Last year’s rebound in air travel may have seen pilots return to the cockpit in droves after the mass layoffs and furloughs of the pandemic – but the profession remains a largely unhappy one.

Pilots in terminal c Jon Chica Shutterstock

Source: Jon Chica/Shutterstock

More than three in five pilots say they want to change jobs in the next 12 months

That is according to the latest annual survey of pilot attitudes by Goose Recruitment and FlightGlobal, which finds that more than half of respondents have not had a salary increase for five years, and for one in three pay has fallen.

Only 15% of pilots believe their salary is keeping pace with the rising cost of living, and almost 70% that current levels of pay will persuade fellow aviators to leave the sector.

Sixty-three percent want to change jobs in the next 12 months – the highest figure in the four years of the poll. Meanwhile, the 62% who say that, given the chance to start again, they would choose to become a pilot is also at its lowest. Just 45% would encourage young people to join the profession, another record low.

Most pilots – 55% ­– are concerned about their job security, although this is less than last year’s 61%, or the 82% at the height of the crisis.

The survey polled 1,184 pilots across the world during the final quarter of 2022, a period where many airlines – particularly in North America – were reporting difficulty in recruiting flightcrew following an unexpectedly strong recovery in passenger demand.

Normally, this would suggest a market in which pilots in work or seeking employment have the upper hand. In fact, 77% of those polled are currently flying, compared with 62% a year earlier and just 43% who were polled in late 2020 for the 2021 survey.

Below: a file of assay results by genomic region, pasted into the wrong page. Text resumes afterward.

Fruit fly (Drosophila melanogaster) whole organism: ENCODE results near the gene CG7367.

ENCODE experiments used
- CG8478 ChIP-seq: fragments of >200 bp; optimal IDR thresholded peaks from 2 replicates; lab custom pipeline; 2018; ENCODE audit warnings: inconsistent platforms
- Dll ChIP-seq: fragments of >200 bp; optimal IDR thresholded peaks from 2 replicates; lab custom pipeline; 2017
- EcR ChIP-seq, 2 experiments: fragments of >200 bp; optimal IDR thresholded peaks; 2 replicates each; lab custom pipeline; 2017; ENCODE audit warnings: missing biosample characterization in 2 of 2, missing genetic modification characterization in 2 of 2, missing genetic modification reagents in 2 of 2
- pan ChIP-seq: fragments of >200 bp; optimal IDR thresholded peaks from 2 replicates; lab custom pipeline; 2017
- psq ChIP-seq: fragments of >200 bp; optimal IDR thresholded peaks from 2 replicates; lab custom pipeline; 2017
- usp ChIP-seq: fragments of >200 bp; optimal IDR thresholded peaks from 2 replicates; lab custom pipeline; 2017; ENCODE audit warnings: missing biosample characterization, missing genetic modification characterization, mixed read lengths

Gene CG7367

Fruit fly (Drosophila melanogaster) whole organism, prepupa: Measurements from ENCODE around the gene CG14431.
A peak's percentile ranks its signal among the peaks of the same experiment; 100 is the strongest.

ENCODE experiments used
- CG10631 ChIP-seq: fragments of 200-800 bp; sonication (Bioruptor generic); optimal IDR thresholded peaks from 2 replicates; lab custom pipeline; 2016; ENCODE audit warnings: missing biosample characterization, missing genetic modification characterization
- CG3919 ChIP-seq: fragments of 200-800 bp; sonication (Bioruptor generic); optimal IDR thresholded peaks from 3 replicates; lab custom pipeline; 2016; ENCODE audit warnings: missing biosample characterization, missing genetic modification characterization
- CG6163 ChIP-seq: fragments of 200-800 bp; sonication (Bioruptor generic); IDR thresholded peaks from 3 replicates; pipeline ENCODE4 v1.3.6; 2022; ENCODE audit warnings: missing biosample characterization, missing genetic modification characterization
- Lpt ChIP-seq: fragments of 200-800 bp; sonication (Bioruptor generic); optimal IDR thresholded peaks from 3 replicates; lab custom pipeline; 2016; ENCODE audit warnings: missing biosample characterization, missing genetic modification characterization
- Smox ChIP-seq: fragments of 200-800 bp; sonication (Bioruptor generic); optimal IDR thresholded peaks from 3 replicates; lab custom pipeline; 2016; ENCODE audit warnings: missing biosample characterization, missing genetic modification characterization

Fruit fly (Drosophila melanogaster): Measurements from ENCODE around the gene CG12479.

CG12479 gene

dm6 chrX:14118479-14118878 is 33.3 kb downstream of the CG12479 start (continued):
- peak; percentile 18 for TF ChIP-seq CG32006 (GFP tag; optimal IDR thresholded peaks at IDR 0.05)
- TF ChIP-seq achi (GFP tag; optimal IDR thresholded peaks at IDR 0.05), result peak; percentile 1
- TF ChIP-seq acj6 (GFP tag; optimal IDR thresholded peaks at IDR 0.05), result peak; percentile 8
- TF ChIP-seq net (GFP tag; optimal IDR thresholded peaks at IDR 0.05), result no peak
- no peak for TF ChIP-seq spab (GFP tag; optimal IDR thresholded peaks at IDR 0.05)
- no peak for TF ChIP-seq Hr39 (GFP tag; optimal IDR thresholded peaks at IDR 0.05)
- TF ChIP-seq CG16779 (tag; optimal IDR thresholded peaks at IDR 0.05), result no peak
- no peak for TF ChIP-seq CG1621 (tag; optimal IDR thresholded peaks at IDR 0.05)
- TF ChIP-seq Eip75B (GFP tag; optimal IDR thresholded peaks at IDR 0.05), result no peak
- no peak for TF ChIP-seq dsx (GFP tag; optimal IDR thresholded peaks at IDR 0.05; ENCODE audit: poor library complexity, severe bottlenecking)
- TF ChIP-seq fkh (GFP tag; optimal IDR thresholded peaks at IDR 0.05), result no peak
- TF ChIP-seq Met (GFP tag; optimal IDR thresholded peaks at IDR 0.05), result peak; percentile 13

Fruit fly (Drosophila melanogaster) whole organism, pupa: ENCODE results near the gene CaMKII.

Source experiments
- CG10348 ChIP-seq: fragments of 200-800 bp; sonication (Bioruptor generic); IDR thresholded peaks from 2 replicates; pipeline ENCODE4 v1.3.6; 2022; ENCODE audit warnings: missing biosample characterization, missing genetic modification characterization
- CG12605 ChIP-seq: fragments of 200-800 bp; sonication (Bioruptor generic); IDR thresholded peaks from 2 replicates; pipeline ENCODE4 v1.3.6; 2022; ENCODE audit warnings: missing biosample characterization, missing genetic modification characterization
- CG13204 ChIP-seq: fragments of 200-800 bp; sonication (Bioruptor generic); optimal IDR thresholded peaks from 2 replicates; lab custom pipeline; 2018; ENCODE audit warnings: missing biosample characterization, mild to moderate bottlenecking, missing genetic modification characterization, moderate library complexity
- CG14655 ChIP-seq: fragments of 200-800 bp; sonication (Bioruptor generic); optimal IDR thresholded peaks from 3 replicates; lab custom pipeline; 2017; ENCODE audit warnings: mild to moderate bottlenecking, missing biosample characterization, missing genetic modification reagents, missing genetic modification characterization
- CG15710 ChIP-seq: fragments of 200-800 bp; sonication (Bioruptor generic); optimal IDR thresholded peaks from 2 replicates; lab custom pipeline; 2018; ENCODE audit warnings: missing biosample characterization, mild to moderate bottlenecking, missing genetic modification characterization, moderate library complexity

Credit Sunshine Seeds Shutterstock

Source: Sunshine Seeds/Shutterstock

A total of 77% of pilots surveyed are currently flying

However, responses do not seem to reflect this, suggesting a community still in trauma and having to adjust career expectations after the collapse in air travel when governments enforced Covid-19 restrictions.

In fact, 57% of respondents say they have had to change the type of flying they do because of the pandemic, with that figure as high as 81% among pilots in the Asia-Pacific region.

This is almost certainly because long-haul international travel has been slower to recover than many domestic or regional markets, such as the USA and Europe. This has led widebody pilots to transfer to single-aisle, regional, cargo or agency operations, where pay rates are often lower.

One captain says that when their airline went out of business during the pandemic, the only option was working for a private-aircraft owner and “living in his hotel on call 24/7”. Instead they chose to freelance at a UK airport “to have a life, but I earn about half”.


Another reports that, after losing their job with a passenger airline they moved to piloting a freighter, but “this is mostly night flying which is more tiring”.

Some have returned to the cockpit after moving out of the profession altogether. One respondent lost their job as a long-haul captain and worked as a correctional officer for two and a half years.

The Asia-Pacific region is the worst affected when it comes to pay. There, 48% of pilots have had their pay reduced. In South America, the figure is 36%. By contrast, in North America, where the traffic recovery began more than 18 months ago, and airlines have at times struggled to find pilots, 73% of respondents have seen their pay increase.